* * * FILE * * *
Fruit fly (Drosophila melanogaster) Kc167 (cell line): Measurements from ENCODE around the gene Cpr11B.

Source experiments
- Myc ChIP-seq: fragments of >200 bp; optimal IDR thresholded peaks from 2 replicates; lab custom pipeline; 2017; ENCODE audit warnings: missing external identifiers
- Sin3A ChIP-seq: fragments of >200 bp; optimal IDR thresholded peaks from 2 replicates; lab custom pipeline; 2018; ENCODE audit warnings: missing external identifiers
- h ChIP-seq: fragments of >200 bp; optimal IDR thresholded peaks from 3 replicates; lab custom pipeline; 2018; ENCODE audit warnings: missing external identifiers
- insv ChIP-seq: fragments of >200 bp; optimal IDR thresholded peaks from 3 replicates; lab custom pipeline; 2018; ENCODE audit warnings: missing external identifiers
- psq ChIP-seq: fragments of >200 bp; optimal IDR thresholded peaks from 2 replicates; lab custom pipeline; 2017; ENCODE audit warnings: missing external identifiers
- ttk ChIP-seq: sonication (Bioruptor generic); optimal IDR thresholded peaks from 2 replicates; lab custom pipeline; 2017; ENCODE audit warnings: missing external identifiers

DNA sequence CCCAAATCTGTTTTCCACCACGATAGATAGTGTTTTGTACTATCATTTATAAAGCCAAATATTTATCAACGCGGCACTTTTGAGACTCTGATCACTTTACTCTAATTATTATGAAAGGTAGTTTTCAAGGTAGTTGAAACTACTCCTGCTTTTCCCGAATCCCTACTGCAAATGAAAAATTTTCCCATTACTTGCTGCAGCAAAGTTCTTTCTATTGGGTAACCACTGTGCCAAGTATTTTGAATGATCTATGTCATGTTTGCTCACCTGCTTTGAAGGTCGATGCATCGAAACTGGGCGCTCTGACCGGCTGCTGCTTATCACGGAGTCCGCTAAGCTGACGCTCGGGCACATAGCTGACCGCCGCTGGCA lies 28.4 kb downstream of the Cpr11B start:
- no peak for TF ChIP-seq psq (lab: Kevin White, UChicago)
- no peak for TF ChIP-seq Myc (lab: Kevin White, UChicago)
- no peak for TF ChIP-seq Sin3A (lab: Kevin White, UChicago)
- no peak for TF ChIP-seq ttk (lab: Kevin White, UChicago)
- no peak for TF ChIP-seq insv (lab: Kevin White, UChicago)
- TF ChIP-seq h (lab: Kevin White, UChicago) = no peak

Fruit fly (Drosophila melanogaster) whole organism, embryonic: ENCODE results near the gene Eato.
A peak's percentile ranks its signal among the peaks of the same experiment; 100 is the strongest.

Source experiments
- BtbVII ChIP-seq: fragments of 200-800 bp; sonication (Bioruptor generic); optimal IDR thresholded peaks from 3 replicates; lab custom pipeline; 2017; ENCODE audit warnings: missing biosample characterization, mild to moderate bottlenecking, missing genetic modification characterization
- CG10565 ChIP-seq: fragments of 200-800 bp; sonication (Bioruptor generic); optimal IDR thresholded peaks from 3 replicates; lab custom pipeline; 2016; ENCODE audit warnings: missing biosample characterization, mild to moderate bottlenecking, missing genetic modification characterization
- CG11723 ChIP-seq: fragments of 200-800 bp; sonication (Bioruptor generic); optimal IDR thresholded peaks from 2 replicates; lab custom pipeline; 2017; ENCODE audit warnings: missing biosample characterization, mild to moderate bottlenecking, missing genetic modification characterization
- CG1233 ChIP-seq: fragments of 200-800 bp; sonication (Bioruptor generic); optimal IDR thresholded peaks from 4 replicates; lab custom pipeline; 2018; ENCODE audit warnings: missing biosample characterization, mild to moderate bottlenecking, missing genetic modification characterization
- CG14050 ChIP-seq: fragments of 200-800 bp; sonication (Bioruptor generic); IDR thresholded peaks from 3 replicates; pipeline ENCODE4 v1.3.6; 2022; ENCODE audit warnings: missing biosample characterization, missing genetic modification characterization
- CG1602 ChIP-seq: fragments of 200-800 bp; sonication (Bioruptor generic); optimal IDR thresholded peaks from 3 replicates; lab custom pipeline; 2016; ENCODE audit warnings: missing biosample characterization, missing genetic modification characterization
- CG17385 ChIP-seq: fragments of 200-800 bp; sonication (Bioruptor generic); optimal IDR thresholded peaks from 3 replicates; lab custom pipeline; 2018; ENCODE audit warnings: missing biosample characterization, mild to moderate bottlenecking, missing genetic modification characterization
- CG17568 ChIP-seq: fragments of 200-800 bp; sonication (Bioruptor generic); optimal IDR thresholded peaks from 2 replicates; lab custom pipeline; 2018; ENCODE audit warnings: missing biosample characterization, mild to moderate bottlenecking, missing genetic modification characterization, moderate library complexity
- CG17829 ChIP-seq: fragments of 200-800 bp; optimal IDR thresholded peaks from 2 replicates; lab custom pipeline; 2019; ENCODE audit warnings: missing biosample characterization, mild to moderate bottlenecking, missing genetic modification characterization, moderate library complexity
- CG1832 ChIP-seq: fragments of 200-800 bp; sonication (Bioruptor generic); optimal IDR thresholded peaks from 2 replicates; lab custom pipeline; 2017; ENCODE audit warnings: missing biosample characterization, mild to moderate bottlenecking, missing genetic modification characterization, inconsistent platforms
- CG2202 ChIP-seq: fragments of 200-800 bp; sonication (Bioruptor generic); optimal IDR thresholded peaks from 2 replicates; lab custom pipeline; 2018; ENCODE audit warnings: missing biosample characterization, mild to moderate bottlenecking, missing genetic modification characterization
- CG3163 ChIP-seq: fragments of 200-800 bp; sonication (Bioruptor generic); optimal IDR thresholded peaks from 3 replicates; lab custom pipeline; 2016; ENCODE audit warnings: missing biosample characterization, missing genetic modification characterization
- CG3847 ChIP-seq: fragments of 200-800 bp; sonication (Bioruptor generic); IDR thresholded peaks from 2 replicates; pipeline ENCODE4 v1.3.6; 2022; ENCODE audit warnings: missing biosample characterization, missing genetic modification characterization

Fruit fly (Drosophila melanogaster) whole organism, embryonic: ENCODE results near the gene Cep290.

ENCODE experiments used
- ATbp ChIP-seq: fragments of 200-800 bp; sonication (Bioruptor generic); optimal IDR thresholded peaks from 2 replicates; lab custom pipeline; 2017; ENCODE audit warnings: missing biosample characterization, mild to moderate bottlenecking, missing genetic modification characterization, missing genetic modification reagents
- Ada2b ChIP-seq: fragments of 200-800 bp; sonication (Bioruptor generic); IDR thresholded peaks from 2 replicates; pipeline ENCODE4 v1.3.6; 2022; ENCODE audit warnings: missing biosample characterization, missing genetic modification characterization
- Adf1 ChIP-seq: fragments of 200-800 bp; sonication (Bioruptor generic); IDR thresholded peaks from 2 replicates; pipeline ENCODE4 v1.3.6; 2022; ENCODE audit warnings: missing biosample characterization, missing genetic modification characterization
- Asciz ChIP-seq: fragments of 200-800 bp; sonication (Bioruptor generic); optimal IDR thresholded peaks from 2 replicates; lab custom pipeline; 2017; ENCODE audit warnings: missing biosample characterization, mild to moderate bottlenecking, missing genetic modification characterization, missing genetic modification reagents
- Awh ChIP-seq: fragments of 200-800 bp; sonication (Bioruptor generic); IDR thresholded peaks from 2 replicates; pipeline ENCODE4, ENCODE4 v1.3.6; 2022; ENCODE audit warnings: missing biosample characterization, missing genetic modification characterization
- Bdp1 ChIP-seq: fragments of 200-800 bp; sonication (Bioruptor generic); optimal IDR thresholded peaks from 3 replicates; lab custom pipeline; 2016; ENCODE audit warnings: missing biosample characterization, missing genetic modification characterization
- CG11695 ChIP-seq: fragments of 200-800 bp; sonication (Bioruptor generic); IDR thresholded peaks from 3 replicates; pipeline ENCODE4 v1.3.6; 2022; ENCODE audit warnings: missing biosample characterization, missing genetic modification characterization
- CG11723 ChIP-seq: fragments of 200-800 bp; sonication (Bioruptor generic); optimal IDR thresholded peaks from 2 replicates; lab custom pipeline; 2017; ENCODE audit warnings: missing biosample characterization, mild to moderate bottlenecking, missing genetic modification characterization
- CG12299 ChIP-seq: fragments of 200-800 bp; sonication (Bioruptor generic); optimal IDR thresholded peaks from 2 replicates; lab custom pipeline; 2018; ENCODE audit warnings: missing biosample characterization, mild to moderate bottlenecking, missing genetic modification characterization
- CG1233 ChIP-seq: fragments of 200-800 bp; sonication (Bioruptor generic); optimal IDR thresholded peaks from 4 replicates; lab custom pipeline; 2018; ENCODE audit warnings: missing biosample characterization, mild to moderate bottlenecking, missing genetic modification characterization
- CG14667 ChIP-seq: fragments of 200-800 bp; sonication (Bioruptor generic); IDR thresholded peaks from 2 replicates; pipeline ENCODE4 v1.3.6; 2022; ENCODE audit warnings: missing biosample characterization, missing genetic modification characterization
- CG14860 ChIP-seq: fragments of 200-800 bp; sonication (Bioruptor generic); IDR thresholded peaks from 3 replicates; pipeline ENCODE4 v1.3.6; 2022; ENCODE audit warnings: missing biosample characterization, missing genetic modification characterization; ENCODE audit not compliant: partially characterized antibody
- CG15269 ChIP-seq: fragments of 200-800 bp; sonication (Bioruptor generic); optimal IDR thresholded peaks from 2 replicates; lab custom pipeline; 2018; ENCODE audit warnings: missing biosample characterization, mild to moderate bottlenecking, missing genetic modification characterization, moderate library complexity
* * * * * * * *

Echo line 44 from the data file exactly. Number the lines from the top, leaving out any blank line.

- CG14667 ChIP-seq: fragments of 200-800 bp; sonication (Bioruptor generic); IDR thresholded peaks from 2 replicates; pipeline ENCODE4 v1.3.6; 2022; ENCODE audit warnings: missing biosample characterization, missing genetic modification characterization